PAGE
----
4.3.3. Open-Source GEE-AI Library Development

One promising way to accelerate the integration of GEE and AI is the availability of open-source libraries in multiple languages (e.g., Python and R). All the studies we have investigated using GEE with DL have trained their DL models offline (detailed in Section 4.3.1), not directly on the GEE cloud computing environment.
A strong need of Python-based GEE application/package/framework: As [225] pointed out “some specific convolution layers of DNN cannot be implemented in GEE. For example, dilated convolution layer could not be achieved due to the fact that dilation is not supported in the convolution API provided by GEE. Conversion other types of convolutions to the convolution used in this study may help to solve this problem and it needs further investigation”, to make the integration of GEE and AI seamless, we need open-source GEE and AI libraries that help make sure existing AI (especially ML and DL) algorithms can be used in the GEE environment. Good examples of this are the Geemap [260] and Rgee [261] libraries, which make it easy to access GEE JavaScript functions for researchers who use Python and R. The authors in [35] noted that some uncertainties in their underlying training dataset, a lack of subsurface soil information, and having to move between GEE and offline analysis may have contributed to errors in this analysis. It will be easier to avoid errors like these if there are more open-source Python/R libraries that make it easier to connect GEE and local computers. GEE does provide JavaScript and Python APIs, but more work needs to be done to incorporate the wealth of well-tested AI algorithms already available in Python into these APIs [94].

4.3.4. Model Deployment Using GEE as Backend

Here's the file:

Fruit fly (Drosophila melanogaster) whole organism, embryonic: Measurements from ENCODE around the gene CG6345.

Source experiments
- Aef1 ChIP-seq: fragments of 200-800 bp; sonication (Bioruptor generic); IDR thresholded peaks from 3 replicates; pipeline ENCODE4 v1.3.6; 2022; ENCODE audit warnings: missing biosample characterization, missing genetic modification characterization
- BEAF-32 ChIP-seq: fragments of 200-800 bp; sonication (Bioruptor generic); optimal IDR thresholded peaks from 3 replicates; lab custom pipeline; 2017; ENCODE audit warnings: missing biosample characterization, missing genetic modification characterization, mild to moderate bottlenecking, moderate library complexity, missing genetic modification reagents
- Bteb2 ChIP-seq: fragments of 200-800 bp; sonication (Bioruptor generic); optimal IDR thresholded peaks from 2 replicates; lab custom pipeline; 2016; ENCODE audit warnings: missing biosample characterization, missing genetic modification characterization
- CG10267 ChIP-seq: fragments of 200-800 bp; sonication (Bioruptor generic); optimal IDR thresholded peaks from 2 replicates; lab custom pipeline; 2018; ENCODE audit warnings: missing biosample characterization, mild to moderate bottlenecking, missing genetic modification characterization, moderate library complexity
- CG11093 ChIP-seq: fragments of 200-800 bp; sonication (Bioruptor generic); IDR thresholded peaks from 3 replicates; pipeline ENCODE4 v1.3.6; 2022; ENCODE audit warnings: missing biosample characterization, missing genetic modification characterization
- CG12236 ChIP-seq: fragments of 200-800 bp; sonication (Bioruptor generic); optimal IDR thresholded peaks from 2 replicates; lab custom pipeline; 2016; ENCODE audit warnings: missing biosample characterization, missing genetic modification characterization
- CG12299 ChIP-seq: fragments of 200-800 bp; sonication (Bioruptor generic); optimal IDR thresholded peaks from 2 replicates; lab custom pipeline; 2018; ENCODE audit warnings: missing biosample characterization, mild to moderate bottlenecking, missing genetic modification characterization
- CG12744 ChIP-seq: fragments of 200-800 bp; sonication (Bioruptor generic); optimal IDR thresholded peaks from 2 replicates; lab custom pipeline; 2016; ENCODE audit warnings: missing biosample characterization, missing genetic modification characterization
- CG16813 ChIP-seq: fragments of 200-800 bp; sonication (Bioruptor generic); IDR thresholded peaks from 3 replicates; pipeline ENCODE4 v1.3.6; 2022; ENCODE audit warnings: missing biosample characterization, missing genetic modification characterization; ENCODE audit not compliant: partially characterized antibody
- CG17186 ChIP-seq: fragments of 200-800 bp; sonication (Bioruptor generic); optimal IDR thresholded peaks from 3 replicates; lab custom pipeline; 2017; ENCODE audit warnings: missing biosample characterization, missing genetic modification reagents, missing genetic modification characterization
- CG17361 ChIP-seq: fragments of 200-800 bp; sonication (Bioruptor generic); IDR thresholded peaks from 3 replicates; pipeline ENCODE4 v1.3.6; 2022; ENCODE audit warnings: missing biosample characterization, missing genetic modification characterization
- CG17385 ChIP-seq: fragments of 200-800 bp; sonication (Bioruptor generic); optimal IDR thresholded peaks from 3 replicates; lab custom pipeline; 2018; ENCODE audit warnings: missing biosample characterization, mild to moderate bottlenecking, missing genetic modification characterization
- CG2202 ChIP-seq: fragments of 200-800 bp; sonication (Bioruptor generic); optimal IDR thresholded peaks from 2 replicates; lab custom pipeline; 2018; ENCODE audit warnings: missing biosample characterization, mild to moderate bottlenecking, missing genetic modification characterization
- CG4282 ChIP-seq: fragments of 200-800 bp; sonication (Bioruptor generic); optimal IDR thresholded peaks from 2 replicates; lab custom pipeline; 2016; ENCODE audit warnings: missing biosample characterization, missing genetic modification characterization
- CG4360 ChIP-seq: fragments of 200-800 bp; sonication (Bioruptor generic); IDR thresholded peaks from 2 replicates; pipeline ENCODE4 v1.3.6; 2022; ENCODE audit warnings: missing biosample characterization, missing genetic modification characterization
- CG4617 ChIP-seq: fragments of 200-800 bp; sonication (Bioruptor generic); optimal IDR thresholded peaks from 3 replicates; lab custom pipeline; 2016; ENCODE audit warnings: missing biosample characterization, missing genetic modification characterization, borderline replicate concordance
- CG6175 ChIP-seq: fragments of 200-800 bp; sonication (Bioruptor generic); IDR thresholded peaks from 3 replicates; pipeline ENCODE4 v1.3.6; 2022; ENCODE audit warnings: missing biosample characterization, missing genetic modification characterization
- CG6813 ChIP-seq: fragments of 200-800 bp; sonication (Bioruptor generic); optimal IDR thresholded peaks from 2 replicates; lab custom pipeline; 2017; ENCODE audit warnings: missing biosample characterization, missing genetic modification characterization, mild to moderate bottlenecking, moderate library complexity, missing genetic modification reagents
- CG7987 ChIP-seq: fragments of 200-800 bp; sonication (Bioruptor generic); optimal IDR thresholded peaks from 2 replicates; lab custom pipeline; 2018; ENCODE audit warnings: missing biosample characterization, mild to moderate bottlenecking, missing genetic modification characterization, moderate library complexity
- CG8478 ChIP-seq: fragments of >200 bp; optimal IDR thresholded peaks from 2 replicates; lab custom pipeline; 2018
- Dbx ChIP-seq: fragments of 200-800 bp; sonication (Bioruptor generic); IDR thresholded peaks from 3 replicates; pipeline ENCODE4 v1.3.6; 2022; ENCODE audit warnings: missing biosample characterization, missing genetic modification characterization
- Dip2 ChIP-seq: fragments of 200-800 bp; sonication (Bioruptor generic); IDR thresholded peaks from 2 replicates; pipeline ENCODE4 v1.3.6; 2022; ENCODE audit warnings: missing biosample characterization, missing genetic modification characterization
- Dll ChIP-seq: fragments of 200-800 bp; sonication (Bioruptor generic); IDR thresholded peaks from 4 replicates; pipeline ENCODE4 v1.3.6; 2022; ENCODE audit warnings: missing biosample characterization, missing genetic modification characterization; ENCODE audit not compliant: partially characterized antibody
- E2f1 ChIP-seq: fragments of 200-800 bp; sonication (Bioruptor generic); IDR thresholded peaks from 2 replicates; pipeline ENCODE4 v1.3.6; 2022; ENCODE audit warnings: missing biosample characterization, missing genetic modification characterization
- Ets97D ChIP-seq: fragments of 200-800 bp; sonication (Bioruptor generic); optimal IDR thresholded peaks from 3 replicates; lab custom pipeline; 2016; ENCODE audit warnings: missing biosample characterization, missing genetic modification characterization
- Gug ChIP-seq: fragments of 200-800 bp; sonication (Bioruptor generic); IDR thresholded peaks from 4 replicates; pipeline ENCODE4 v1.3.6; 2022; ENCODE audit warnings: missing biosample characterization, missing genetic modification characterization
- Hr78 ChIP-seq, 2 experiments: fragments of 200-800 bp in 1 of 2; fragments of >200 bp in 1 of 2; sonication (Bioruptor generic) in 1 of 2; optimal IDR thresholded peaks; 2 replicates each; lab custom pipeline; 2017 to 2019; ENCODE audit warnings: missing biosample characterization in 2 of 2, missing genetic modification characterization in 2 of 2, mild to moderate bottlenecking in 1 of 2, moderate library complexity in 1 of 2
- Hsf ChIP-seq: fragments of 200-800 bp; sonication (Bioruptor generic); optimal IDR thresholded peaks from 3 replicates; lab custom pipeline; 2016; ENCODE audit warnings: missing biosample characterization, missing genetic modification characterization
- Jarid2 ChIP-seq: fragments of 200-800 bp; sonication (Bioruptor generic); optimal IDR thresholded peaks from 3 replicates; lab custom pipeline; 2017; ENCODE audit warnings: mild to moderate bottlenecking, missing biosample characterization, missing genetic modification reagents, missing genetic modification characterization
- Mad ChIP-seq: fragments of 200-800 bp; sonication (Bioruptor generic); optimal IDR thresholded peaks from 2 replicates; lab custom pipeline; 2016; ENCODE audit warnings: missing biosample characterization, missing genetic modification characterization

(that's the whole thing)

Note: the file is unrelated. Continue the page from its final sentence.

Several publications have used GEE as a backend to their applications (e.g., see [262,263]), taking advantage of the parallel processing capabilities, freely available compute, and large number of datasets. However, one of the main benefits of using GEE is the wide variety of CV and ML algorithms available. In [32], the authors built a custom expert system to map global surface water changes using the platform. Using GEE as a backend allowed them to both run their analysis and then host their resulting maps on an interactive web browser. Another example is Remap [86], an application that allows users to crowd-source LULC observations while using GEE to browse data and make predictions using an RF model.

4.3.5. Vectorizing Data Boundaries

Both [72,147] implemented novel DL architectures using semantic segmentation. In the future, it would be very useful to instead design models capable of instance segmentation. That way, results can be vectorized and used to create global datasets for future mapping research. Having digitized boundaries for individual ecological features is the first step to monitoring them and measuring how they have changed over time. While the authors in [156] demonstrated a novel way of creating data labels via segmentation algorithms, this is still semantic segmentation and the data labels required additional verification. The authors in [233], however, showed this is possible. First, the authors used an RF model for detecting archaeological mounds. They then used an edge detection algorithm after the supervised classification to automatically digitize/vectorize boundary features. Obtaining an accuracy score before digitizing boundaries can give a higher level of confidence in using the resulting dataset in future studies.

4.4. Overarching Challenges and Opportunities